Confidence intervals vs. point estimators [Regulatives / Guidelines]

posted by ElMaestro  – Denmark, 2010-08-06 13:01 (3962 d 23:04 ago) – Posting: # 5732
Views: 14,193

Dear Dan,

» AUC:  98.57-124.33%, 68.58-103.22%, 100.95-122.94%, 91.56-105.70%
» Cmax: 99.69-134.01%, 78.49-116.04%, 102.67-125.98%, 89.06-106.49%

Thanks - now much more clear and improves your chances.

» "The applicant's response does not resolve the objections concerning the bioequivalence issue. The first formulation of the Test product in the study showed bioinequivalence in comparison to the Reference product (Cmax outside of the widened acceptance range of 75-133%) and furthermore the ...

No, here the assessor is outright wrong. The CI's for Cmax above do not show bioINequivalence. Bioinequivalence is when the the CI has no point in common with the acceptance range. You can even argue that with increased sample sizes the studies would all be expected to be acceptable.
It is often forgotten that bioequivalence studies have at least three outcome: Equivalent, not conclusive, inequivalent. Studies 1 and 3 are inconclusive but do not indicate inequivalence. Dr. Dan vs Regulator 1-0.

» ...values for the point estimates for the ratio of the geometric means (AUC0-t, AUC0-inf and Cmax) were all over 100%. Afterward the formulation of the Test product was changed and a new BE-study was conducted which again showed a bioinequivalence (AUC0-t and AUC0-inf outside of the acceptable range of 80-125%), with the point estimates all under 100%. The same test batch and the same formulation was investigated in a third BE-study, in which Cmax was out of the normally accepted range of 80-125% and all the point estimates were again over 100%, excluding the value 100%itself. Another batch of the same formulation of the Test product was then investigated in a fourth Replicate-BE-study which this time showed acceptable results for AUC0-t, AUC0-inf and Cmax (all in the normally acceptable range of 80-125%) but again the point estimates were only closely to 100%.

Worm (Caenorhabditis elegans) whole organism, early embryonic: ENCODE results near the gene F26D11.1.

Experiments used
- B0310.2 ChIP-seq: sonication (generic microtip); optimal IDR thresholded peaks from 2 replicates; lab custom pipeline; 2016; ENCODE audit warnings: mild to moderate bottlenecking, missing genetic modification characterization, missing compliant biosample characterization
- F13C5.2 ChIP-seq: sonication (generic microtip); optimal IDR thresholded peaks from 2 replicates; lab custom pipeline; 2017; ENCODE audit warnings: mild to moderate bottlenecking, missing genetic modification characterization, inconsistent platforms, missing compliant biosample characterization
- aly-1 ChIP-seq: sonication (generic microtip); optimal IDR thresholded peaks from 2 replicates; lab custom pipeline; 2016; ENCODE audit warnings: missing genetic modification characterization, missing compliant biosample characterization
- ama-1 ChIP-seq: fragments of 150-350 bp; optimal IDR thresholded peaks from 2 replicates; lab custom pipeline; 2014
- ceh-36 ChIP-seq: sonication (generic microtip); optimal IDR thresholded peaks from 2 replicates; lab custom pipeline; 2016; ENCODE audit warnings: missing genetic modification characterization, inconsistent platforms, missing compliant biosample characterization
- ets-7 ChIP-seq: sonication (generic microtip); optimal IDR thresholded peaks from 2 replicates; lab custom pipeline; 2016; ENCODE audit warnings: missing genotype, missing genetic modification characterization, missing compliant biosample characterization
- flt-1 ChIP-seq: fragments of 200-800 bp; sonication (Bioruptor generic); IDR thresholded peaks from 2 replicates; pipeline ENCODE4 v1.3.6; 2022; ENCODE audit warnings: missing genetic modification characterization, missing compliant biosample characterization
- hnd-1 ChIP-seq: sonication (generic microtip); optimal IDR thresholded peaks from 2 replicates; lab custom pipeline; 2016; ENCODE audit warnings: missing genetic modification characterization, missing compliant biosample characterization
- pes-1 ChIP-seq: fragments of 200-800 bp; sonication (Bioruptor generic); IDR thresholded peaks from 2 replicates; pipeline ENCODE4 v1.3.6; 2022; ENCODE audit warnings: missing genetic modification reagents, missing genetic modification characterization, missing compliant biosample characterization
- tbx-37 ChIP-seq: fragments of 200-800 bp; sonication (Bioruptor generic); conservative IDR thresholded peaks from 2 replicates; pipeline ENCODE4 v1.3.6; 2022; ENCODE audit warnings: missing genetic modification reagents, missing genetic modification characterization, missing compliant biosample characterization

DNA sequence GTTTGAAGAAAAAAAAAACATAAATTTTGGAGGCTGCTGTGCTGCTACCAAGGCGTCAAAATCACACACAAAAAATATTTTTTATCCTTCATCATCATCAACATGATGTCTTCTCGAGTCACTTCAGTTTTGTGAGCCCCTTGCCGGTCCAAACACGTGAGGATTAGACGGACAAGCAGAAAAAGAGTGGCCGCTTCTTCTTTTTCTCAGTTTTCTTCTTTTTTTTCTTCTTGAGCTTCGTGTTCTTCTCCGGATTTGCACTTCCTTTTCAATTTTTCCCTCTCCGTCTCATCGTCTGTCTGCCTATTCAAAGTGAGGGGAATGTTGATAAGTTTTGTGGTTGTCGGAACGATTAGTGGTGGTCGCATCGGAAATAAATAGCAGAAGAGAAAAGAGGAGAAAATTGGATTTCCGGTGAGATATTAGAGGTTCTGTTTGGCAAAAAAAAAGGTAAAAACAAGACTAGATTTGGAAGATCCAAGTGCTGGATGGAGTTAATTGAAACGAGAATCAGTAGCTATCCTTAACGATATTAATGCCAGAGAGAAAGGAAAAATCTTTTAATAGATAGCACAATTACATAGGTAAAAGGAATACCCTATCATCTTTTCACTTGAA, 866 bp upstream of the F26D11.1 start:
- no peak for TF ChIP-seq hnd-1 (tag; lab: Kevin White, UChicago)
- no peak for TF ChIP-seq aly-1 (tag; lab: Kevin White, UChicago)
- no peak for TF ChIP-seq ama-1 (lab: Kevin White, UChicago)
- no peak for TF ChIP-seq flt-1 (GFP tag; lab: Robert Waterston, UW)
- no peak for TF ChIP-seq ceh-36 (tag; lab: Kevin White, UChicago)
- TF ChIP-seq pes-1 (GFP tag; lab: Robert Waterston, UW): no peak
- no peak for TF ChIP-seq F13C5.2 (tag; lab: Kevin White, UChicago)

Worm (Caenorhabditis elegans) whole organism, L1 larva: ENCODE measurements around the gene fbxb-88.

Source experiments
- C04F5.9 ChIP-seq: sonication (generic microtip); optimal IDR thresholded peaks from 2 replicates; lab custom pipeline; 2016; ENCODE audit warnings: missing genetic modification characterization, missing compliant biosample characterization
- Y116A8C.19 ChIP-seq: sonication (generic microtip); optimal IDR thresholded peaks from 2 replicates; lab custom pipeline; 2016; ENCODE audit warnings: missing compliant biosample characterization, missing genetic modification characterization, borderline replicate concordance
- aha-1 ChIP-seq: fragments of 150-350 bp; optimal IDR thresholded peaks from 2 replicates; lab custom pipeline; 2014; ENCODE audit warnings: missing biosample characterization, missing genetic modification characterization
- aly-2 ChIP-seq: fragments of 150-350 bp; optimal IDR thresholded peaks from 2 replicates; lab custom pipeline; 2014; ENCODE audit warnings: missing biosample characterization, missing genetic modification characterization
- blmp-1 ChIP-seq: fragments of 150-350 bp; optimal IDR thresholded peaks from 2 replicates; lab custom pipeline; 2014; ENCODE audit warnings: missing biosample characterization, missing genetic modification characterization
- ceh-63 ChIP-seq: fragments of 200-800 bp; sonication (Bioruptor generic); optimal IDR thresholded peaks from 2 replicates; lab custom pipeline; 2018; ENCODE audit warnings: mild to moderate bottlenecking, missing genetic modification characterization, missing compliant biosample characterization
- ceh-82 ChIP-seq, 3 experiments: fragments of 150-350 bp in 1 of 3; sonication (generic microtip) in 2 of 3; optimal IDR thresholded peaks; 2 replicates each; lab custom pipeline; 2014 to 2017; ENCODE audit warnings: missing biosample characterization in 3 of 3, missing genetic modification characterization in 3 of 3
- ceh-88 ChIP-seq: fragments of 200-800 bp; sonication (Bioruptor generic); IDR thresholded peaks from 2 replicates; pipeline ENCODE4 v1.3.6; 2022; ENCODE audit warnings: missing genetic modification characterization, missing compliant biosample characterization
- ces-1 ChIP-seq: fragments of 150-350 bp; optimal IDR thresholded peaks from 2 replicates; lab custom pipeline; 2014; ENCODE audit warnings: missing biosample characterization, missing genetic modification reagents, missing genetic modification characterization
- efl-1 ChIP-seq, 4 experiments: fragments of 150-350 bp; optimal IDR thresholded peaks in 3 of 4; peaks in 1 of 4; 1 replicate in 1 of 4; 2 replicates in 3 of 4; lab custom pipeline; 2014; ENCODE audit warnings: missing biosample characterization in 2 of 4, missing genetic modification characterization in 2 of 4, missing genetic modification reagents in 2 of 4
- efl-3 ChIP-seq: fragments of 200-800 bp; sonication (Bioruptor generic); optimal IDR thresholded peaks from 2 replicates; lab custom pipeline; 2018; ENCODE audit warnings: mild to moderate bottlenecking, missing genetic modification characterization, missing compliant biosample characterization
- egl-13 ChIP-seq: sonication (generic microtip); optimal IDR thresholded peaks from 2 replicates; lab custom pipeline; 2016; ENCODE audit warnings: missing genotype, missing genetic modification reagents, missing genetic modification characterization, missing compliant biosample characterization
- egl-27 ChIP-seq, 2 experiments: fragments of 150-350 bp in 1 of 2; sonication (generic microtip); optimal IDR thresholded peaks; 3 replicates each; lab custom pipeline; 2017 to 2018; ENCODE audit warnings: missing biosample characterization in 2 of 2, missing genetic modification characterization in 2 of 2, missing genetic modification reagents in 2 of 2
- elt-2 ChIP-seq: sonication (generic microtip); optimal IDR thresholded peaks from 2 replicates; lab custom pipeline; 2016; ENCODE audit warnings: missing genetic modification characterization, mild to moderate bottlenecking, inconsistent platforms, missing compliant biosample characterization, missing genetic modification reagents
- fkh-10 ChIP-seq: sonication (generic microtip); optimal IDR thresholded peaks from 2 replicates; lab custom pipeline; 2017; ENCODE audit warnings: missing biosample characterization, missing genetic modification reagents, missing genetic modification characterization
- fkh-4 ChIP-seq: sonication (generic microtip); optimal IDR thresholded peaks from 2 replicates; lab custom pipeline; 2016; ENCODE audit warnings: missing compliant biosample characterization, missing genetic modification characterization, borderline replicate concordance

» Even if it should be assumed that the first two BE-studies were only pilot studies and hence not suitable for statistical inclusion and taking into consideration that the formulation of the Test product was changed after the first BE-study, it still remains unclear why the same formulation of the Test product in the following three performed BE-studies shows varying values concerning point estimates in these studies (all values were lower, then higher and then again lower than 100% successively). This fluctuation can not be explained through the "intra-subject variability" as the latter influences Cmax and hence justifies the widening of the acceptance range for Cmax but not the fluctuating point estimates which are independent of this variability
» This fluctuation is also independent of the number of subjects in the studies.

I think the assessor is implicitly making the assumption that the test product does not vary between batches. Dan vs. Regulator 2-0. The wording highlighted in red lacks qualification. Variability, whenever present, causes fluctuations.

» The Applicant is stating that the differences in point estimates in the four conducted BE-studies might result among others from different test batches. This is exactly the major objection raised by DE that the bioequivalence of the future batches of this formulation is not warranted."

This is certainly not a good comment. The only way to ensure this would be to do the mixed model with batch as random. Bioequivalence by today's definitions require two batches tested against each other and showing equivalence. If the rules change tomorrow, then ok, take that comment into consideration, otherwise just keep your cool and await the referral.

Pass or fail!

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